Retail, restaurant, hospitality and arts workers—and all kinds of professionals whose livelihoods are tied to in-person meetings—are currently suffering from coronavirus-related job cuts. The U.S. Private Sector Job Quality Index estimates that 37 million jobs are vulnerable to layoffs due to social distancing measures to slow the spread of the pandemic.
While many white collar workers continue to labor from home, one group facing particularly acute challenges are sex workers, whose work is often illegal, in legal gray areas or not covered by unemployment laws.
There are sex workers of all income levels and identities, but many come from marginalized communities and have trouble accessing other forms of employment, says Maxine Holloway, co-founder of the advocacy organization Bay Area Workers Support (BAWS). “There’s a large amount of our community that are people of color, that are trans women, that are disabled folks—folks that are not always able to access employment often turn to sex work to be able to survive and make ends meet,” Holloway explains.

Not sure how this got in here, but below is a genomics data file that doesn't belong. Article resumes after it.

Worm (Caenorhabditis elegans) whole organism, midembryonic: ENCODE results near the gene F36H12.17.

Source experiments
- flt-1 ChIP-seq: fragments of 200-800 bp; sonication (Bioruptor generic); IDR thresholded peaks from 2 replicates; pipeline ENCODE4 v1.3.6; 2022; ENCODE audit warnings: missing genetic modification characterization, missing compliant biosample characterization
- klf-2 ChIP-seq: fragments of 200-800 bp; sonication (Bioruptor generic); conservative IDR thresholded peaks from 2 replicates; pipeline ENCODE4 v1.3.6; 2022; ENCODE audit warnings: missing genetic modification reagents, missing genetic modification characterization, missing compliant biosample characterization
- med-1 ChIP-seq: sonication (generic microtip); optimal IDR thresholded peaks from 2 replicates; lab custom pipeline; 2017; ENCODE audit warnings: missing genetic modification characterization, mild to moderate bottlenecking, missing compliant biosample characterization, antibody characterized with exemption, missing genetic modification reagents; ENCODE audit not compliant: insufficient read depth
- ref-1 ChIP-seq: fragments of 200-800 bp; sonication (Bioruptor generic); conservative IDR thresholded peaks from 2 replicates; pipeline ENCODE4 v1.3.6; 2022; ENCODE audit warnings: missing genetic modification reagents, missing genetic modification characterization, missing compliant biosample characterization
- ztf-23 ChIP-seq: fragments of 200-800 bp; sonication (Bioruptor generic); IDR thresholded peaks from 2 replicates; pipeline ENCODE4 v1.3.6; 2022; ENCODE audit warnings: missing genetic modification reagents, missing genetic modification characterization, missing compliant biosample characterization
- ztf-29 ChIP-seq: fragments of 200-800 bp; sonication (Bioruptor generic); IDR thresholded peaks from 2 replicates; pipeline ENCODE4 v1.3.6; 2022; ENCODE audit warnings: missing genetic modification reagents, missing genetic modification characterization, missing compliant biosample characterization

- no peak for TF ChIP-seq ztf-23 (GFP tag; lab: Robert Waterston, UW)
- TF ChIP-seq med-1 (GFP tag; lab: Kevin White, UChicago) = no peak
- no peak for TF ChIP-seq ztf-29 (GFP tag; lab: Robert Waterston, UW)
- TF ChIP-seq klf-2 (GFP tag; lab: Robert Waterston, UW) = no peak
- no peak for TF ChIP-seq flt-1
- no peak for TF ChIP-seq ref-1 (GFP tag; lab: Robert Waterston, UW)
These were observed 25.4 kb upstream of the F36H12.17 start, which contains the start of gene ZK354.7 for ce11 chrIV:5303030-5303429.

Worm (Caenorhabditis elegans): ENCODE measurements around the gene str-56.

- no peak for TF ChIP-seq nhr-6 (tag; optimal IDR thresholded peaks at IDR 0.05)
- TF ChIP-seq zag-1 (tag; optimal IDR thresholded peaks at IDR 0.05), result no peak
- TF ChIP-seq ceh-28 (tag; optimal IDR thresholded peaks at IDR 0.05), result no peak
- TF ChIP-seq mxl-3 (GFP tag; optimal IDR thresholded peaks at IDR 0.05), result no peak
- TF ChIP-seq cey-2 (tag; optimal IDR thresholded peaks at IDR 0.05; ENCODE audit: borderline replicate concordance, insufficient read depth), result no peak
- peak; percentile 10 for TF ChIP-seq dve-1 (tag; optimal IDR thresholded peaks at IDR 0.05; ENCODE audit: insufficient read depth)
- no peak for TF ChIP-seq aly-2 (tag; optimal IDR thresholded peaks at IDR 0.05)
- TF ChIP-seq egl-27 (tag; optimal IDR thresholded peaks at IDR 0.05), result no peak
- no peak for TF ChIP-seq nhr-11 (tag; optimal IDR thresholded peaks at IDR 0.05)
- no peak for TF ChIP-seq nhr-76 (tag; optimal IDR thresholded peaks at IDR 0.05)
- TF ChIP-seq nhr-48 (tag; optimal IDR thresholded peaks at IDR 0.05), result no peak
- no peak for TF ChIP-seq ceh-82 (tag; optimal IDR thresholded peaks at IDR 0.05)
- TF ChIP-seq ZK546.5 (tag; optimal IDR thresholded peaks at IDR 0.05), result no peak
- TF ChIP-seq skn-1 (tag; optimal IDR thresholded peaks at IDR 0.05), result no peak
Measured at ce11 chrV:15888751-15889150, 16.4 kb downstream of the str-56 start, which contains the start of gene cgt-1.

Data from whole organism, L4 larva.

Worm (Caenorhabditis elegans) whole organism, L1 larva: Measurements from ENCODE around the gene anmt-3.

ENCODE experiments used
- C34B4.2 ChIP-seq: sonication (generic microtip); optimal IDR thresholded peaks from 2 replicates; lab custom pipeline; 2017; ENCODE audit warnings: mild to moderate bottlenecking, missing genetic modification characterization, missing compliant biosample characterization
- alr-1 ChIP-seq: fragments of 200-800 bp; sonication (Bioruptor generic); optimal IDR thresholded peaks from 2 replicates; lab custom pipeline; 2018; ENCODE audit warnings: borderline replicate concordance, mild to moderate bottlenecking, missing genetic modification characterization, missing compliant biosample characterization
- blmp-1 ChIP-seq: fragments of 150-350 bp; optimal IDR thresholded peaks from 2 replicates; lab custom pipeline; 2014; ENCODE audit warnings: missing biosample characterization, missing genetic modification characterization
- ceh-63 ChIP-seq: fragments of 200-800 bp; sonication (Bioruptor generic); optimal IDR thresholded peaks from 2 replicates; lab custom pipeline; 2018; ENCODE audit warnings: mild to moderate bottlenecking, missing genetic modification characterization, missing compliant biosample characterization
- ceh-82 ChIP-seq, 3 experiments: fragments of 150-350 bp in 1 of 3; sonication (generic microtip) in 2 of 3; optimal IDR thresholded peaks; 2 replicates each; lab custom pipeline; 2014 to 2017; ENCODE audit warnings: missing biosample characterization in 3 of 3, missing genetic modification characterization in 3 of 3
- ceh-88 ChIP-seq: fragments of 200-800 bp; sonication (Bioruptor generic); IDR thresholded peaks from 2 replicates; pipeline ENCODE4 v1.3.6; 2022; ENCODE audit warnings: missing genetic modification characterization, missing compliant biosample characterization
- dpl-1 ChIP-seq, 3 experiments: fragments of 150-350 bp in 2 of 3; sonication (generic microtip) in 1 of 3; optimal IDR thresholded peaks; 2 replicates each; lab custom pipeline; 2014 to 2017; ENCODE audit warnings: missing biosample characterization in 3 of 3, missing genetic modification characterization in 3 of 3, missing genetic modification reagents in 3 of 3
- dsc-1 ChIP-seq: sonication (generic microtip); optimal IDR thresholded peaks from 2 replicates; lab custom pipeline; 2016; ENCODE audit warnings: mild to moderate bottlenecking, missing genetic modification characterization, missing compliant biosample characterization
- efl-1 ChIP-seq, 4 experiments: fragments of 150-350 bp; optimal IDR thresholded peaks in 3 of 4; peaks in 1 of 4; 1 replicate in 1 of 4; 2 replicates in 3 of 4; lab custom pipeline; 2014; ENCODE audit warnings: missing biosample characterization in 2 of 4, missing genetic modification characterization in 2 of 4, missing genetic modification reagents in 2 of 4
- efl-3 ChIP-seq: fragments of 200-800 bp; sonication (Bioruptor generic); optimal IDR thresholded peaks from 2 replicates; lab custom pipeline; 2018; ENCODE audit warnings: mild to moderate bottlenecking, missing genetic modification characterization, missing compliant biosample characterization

A collective of sex workers, BAWS lobbies for the decriminalization of sex work and shares peer-to-peer resources. In light of the coronavirus pandemic, they re-launched a microgrant program that gives out payments of $50–$200 to sex workers in need. They also issued a guide for those coping with a loss of income during the COVID-19 outbreak, complete with health tips and strategies for remote work during social distancing.
Similar efforts are taking place across the country: the Sex Worker Outreach Project, a national advocacy group, is organizing mutual aid fundraisers for sex workers in places like Los Angeles, Austin and New York, and sex workers in Las Vegas have been fundraising via crowdfunding platforms such as GoFundMe.